Images of the face are striking, whether they are snapshots or carefully composed portraits. They are used to identify and control us - in our passports or through automatic face recognition. But they are also used in protests - particularly marches protesting the disappeared. What is it that makes these images so powerful?
After September 11, the streets of Manhattan were filled with missing posters, pasted to every available surface-café windows, hospital walls, phone boxes, railings, and lamp posts. And they remained in place for several years - long after it was clear that these missing people would never return.
When we see an image of a face, one of our first impulses seems to be to try to read the face—to imagine what it might tell us about what the person is thinking or feeling, or even what it might say about what they’ve been through. We operate with some notion of the person hidden behind the face, or the face as a window of the soul. Suzanne Opton’s images of Iraq veterans were looked at that way in a discussion in the pages of the Review of International Studies. Most of those who commented on her photos noted that various emotions could be read into the faces, and that we couldn’t know the right interpretation. However, the piece by Chris Brown was different. He argued that the images affected us in another way: they appealed to us more directly. Though we have no idea who these people are or what they’ve been through, seeing their portraits, Brown tells us, prompts us to wish them well. In my words, it prompts a reaction of sympathy or empathy, and a recognition of a shared vulnerability.
In part, this response is arguably to do with the peculiar temporality of the photograph, which shows us something that has been but is no longer. A photograph survives its subject. But in addition, as we look the subject of the photograph in the eye, something happens on a person-to-person level, something beyond words, and beyond ‘making sense’. We are moved.
When we interact with others on a day-to-day level, it is not a still image that we encounter, but a moving face - a face that is ‘moving’ in more ways than one. the facial muscles move, but we are moved emotionally too. Interestingly, recent work in psychology argues that facial expressions do not reflect internal emotional states - indeed, the expression may produce the emotion rather than vice versa. And recent neuroscience has laid new emphasis on interaction. Work on what are called ‘mirror neurons’ shows that when we interact with each other a complex process takes place. We respond to each other almost subliminally, through systems in the brain that react to what other people are doing as if we were doing it ourselves. In some sense, we feel each other’s actions and intentions - we feel each other’s pain, even.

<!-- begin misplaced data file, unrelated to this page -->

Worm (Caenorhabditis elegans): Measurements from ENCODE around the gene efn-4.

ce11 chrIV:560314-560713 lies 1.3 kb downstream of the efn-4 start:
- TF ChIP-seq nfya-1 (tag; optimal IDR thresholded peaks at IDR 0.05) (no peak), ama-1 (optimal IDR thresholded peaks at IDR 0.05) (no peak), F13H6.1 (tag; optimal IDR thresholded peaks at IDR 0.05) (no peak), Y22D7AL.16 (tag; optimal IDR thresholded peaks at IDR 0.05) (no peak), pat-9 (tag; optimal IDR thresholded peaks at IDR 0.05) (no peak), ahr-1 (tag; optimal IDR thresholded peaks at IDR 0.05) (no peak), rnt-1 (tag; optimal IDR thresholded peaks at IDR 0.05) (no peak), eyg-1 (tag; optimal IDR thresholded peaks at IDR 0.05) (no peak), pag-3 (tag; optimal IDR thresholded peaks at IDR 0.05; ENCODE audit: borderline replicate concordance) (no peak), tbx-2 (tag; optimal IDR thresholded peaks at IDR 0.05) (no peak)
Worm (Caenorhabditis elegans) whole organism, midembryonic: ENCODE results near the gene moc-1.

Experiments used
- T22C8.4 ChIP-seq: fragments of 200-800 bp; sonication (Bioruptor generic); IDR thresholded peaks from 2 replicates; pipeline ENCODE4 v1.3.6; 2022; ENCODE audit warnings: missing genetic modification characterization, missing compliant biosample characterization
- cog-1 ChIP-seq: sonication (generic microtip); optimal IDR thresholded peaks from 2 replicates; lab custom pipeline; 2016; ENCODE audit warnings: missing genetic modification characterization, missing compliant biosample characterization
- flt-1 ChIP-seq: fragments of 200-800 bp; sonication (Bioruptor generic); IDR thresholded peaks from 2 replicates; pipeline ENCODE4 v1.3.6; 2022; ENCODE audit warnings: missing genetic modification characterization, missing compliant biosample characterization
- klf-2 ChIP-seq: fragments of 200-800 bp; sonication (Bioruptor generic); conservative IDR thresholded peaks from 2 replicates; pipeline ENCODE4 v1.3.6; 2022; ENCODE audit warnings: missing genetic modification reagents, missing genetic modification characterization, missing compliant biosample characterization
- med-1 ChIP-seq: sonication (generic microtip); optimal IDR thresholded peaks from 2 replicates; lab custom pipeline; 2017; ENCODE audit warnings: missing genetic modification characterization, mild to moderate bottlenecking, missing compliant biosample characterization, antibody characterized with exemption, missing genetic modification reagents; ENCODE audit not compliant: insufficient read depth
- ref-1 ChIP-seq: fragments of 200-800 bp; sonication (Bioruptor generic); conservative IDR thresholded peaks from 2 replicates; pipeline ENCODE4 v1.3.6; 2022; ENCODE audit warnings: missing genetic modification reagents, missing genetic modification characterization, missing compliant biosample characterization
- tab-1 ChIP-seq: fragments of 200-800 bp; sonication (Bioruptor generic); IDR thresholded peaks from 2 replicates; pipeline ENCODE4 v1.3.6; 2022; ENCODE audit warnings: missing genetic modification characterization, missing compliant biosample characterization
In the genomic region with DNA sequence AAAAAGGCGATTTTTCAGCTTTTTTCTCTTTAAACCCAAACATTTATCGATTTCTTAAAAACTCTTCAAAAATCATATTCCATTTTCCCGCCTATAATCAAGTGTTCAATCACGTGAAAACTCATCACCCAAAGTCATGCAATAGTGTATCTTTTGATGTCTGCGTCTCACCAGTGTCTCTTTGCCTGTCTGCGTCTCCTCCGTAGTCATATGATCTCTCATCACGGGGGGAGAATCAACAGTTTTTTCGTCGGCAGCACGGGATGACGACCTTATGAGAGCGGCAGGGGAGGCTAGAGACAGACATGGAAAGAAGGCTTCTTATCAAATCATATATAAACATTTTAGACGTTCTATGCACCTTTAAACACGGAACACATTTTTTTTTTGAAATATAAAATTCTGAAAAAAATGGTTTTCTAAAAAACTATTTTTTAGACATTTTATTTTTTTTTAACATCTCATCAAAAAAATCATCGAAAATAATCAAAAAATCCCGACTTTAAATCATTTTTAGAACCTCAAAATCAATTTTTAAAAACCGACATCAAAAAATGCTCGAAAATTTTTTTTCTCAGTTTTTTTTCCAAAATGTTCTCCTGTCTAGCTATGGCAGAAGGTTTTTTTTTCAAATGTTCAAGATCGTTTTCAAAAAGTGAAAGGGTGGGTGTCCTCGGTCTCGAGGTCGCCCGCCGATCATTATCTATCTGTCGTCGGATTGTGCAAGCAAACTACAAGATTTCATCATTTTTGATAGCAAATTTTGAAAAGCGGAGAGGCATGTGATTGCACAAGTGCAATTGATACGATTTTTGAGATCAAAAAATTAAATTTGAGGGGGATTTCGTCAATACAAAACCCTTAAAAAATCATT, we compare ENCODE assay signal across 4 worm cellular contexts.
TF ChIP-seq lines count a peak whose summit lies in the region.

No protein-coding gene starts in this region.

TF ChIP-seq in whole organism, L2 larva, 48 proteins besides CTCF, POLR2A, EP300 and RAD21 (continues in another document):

This exciting work leads neuroscientists to propose that human beings are wired, not for competition, but for empathy. The political implications of this view are potentially huge. They reinforce the view that we should no longer be asking how we should live together, but rather, how come it is that we think of ourselves as separate in the first place. What political and economic systems make us think that way? If we are not by nature separate, distinct individuals, but interconnected with each other on this very basic level, what does that mean for politics?
The face, in current political and social life, acts as a means of identification: it pins us to our public identity, as separate individuals, through face recognition technology, through our passports, through criminal records. We recognise each other through our faces. Our current politics is indeed a face politics.
The moment that a cosmetic surgeon begins to strip away the face in French performance artist Orlan’s Omnipresence, New York, 21 November 1993.
What would a politics that didn’t work like that be like, a politics without the face? Some of the most horrifying images to come out of the First World War were images of soldiers with facial injuries. These images were so difficult to look at that they were just not shown. Images of amputees were common, but not those of men with their faces blown apart -a frequent injury in the trenches, and again today given the effectiveness of body armour. Much surgical expertise goes into treating such injuries—in civilians as well as military personnel - and, on a different register, into cosmetic surgery to correct minor ‘defects’ of appearance. Why is it that those with a facial disfigurement feel obliged to hide? Why do we find them so difficult to look at?
Is this because of what the face does? Does it conceal the fact of our profound vulnerability, the fact that beneath all show, all distinction, we are just flesh and bone, vulnerable to death and disfigurement and yet deeply connected, one with another? The disgust we feel at the sight of a facial disfigurement reflects the way we rely on the face as a signal of separation - the sign of the individuality and distinctiveness that could be said to be the founding myth of contemporary politics. A politics without the face disturbs and challenges notions of self and other, and the separation of the two. A politics of relation takes the place of a politics of individuality.
Professor of Politics
School of Social Sciences
Arthur Lewis Building
University of Manchester
Manchester M13 9PL